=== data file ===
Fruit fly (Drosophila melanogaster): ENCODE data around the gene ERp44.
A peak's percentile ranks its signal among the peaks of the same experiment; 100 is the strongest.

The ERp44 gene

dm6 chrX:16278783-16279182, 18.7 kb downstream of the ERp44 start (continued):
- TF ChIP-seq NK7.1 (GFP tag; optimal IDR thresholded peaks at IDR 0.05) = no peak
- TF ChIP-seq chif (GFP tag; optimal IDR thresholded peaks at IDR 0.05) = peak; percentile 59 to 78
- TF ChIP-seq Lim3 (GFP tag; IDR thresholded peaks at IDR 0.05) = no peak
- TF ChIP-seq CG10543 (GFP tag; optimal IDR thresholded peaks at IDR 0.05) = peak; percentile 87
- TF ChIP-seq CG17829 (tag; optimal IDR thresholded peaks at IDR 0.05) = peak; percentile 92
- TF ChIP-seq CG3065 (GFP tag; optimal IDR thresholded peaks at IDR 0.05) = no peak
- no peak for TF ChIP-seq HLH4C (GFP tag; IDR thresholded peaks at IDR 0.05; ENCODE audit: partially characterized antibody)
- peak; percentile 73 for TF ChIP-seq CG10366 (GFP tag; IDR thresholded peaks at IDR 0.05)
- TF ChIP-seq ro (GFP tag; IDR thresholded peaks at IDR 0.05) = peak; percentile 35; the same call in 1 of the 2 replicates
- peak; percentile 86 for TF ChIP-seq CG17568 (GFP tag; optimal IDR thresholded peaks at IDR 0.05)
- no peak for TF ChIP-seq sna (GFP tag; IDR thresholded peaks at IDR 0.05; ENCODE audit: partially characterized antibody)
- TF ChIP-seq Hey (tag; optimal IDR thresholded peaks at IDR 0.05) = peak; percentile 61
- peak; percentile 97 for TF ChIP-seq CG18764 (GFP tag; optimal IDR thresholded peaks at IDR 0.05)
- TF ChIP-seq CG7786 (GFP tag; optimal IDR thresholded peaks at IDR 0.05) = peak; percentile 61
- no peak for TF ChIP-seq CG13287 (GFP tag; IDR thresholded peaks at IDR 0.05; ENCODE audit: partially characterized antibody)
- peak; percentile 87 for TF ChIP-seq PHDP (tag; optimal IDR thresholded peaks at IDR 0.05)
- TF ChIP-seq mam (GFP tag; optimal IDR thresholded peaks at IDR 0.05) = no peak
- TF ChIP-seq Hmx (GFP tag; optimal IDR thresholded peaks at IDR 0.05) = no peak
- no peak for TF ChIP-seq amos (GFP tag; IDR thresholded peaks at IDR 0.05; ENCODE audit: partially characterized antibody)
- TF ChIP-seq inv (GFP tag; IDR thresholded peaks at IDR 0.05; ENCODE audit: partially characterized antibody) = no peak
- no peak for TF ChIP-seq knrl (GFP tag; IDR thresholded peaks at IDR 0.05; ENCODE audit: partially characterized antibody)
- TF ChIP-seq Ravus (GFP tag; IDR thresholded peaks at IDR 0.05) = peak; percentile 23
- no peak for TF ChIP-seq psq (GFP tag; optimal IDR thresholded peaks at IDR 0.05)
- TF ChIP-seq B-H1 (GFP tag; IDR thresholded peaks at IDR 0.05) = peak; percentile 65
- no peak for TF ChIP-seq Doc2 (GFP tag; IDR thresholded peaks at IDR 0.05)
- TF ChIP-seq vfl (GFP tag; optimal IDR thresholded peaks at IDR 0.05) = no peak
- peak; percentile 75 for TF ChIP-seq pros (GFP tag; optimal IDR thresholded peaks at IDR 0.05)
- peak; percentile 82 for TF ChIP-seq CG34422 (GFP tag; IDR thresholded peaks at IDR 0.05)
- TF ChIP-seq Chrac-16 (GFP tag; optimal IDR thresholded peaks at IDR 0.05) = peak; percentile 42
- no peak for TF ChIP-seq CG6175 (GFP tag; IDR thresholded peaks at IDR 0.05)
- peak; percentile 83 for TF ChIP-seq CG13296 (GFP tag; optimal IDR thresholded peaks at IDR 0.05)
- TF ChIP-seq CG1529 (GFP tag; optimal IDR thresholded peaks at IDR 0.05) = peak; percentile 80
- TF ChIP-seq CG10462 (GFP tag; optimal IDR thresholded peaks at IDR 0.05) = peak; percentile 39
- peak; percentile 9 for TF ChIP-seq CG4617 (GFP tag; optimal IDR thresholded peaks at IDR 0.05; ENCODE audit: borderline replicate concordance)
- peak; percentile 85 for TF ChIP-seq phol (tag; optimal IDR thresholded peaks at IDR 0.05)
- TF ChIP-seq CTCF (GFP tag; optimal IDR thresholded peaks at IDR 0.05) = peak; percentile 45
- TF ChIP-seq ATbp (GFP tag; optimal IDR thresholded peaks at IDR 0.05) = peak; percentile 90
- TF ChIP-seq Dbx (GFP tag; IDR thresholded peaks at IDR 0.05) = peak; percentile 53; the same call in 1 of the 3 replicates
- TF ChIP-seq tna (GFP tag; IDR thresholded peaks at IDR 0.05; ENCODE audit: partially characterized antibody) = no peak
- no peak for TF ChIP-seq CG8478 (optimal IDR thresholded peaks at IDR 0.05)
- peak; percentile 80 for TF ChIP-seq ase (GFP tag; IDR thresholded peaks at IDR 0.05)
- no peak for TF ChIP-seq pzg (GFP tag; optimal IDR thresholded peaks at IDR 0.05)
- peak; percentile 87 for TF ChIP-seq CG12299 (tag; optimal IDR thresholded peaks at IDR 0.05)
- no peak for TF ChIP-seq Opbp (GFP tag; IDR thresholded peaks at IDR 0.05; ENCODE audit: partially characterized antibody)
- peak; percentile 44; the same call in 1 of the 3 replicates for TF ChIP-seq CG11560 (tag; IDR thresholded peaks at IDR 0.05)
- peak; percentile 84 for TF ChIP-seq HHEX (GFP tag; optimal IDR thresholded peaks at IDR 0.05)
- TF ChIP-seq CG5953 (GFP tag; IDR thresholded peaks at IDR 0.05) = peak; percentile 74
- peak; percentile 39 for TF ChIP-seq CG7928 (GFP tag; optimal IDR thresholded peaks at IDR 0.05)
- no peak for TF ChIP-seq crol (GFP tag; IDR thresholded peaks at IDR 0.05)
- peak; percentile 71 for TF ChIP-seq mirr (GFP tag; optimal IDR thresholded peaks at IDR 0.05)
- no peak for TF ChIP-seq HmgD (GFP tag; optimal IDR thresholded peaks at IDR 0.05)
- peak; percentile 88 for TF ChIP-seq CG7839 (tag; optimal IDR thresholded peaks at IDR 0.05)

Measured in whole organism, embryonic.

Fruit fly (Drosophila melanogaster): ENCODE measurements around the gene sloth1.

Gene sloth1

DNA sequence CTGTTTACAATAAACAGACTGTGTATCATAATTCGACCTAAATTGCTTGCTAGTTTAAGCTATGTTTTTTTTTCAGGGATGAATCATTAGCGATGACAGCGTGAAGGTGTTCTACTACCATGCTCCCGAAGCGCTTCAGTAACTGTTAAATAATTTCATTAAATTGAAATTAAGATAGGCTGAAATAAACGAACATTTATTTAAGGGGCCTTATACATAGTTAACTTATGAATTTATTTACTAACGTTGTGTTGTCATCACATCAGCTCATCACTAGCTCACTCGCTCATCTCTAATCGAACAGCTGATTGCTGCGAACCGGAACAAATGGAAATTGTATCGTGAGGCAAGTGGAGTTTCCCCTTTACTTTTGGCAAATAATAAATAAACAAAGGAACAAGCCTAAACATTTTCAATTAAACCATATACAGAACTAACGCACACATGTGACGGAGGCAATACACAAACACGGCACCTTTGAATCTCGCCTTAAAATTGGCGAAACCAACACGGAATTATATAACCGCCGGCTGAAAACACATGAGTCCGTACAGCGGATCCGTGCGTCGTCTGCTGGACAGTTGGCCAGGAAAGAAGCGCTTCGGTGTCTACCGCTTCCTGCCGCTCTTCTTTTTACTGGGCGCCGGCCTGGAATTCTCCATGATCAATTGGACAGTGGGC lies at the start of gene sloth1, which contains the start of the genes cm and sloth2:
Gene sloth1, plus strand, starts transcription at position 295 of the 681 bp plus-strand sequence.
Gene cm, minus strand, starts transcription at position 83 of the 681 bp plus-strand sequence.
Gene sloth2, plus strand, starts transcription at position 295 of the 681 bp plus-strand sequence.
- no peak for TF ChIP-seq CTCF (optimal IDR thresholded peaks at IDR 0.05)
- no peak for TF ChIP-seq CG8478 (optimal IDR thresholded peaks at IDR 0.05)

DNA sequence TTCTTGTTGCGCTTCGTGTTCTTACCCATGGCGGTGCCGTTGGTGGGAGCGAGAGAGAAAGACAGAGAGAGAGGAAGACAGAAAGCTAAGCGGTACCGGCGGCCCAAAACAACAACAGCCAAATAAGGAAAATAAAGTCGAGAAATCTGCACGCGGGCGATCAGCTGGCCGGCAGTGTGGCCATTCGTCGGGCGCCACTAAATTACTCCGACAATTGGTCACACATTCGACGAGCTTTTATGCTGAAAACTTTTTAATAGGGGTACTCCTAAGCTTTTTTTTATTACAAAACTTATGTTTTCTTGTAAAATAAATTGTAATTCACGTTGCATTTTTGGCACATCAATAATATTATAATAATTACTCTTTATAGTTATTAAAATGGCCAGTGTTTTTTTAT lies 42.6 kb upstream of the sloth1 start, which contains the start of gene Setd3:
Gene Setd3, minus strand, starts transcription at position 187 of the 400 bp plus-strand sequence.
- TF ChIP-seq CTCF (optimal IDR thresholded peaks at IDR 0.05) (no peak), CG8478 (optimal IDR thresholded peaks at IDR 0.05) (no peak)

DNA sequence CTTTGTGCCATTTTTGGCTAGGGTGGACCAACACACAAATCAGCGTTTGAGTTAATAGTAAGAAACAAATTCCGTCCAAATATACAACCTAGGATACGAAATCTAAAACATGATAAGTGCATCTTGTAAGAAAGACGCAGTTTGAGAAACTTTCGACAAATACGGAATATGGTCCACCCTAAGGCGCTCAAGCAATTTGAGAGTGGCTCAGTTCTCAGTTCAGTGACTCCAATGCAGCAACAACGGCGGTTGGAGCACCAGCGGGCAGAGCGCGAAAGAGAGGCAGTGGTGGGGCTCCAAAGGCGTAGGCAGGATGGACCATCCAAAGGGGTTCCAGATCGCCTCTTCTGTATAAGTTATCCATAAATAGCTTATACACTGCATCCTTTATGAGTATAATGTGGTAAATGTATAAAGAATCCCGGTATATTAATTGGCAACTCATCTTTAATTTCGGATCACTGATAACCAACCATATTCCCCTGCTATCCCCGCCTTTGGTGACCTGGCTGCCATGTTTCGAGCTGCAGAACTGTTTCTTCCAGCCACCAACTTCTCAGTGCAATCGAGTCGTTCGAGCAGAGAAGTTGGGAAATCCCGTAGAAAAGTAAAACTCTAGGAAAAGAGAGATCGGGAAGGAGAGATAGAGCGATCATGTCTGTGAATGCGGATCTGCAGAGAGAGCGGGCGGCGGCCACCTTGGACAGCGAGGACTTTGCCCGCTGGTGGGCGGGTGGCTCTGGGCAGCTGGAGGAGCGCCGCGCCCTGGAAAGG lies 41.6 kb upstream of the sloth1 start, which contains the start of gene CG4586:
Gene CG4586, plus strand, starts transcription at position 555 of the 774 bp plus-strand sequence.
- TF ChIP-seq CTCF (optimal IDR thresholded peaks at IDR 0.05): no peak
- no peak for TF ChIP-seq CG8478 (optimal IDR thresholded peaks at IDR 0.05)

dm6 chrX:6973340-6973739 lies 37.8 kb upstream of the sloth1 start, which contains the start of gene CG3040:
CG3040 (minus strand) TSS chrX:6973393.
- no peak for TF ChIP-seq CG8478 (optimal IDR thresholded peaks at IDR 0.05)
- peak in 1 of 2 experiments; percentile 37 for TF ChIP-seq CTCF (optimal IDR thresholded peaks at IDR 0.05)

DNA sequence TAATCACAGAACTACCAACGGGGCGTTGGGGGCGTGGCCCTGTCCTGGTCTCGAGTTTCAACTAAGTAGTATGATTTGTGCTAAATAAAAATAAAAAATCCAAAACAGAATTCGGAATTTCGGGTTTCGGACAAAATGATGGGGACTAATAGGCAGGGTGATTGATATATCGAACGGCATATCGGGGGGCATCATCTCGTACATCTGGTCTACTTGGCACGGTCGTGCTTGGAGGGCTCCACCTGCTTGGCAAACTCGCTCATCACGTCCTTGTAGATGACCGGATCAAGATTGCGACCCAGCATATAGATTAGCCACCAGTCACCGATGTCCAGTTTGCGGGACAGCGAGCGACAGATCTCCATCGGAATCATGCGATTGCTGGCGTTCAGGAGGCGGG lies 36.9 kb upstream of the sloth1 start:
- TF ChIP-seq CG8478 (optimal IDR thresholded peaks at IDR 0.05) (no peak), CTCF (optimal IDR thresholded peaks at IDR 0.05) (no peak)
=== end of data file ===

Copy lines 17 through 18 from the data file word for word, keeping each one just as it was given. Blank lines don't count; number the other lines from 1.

- peak; percentile 97 for TF ChIP-seq CG18764 (GFP tag; optimal IDR thresholded peaks at IDR 0.05)
- TF ChIP-seq CG7786 (GFP tag; optimal IDR thresholded peaks at IDR 0.05) = peak; percentile 61